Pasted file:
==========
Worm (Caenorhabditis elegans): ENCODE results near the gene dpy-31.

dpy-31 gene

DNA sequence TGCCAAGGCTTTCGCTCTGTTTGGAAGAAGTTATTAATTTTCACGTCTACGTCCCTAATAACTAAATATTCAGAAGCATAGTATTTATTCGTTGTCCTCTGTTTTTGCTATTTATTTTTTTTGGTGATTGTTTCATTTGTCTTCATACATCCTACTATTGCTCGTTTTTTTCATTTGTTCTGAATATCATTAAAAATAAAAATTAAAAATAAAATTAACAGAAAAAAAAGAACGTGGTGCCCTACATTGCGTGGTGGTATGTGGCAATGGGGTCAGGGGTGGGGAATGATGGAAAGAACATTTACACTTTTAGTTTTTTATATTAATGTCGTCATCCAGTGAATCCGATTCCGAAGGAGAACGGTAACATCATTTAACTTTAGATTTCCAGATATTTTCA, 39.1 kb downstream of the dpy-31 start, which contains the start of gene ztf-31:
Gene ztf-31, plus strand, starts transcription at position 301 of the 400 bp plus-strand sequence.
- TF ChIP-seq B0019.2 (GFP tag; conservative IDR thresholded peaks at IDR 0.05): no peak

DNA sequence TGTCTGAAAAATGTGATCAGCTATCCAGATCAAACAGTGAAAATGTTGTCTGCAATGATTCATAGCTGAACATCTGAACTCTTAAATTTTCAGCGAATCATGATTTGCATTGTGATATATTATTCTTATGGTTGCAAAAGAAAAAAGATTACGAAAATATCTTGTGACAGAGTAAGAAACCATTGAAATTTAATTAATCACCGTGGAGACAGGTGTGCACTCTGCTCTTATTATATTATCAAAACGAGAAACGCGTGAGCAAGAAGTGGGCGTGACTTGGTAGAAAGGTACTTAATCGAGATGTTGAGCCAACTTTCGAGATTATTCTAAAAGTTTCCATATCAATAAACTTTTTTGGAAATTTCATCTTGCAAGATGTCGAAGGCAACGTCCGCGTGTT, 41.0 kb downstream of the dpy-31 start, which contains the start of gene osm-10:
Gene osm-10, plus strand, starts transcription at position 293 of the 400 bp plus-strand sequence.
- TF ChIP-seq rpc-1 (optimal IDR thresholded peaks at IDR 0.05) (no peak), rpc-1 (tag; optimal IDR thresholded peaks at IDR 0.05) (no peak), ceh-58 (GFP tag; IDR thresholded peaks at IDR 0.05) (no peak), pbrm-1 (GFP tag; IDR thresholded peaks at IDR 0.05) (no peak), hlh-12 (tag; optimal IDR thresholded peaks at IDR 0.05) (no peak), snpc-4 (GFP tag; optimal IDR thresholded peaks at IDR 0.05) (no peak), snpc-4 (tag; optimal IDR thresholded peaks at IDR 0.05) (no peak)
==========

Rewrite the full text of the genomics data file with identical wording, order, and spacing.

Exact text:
Worm (Caenorhabditis elegans): ENCODE results near the gene dpy-31.

dpy-31 gene

DNA sequence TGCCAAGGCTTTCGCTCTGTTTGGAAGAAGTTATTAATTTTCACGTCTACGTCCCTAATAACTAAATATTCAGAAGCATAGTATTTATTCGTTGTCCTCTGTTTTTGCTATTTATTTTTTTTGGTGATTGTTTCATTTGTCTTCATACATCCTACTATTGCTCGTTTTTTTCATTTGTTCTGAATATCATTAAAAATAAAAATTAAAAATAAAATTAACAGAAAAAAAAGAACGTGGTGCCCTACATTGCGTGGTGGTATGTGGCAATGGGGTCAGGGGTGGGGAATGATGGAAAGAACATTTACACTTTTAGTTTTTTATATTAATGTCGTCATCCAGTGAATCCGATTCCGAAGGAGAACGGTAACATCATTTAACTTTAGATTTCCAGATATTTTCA, 39.1 kb downstream of the dpy-31 start, which contains the start of gene ztf-31:
Gene ztf-31, plus strand, starts transcription at position 301 of the 400 bp plus-strand sequence.
- TF ChIP-seq B0019.2 (GFP tag; conservative IDR thresholded peaks at IDR 0.05): no peak

DNA sequence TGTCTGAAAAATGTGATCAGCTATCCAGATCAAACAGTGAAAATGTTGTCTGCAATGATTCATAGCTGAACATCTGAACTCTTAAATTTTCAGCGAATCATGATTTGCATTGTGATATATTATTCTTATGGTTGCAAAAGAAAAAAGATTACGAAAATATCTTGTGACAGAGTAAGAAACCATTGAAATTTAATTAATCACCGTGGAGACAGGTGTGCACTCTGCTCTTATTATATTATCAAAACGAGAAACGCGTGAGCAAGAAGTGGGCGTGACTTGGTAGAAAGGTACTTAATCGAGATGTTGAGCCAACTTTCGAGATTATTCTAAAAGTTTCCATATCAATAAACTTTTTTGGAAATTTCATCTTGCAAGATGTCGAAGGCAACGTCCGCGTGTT, 41.0 kb downstream of the dpy-31 start, which contains the start of gene osm-10:
Gene osm-10, plus strand, starts transcription at position 293 of the 400 bp plus-strand sequence.
- TF ChIP-seq rpc-1 (optimal IDR thresholded peaks at IDR 0.05) (no peak), rpc-1 (tag; optimal IDR thresholded peaks at IDR 0.05) (no peak), ceh-58 (GFP tag; IDR thresholded peaks at IDR 0.05) (no peak), pbrm-1 (GFP tag; IDR thresholded peaks at IDR 0.05) (no peak), hlh-12 (tag; optimal IDR thresholded peaks at IDR 0.05) (no peak), snpc-4 (GFP tag; optimal IDR thresholded peaks at IDR 0.05) (no peak), snpc-4 (tag; optimal IDR thresholded peaks at IDR 0.05) (no peak)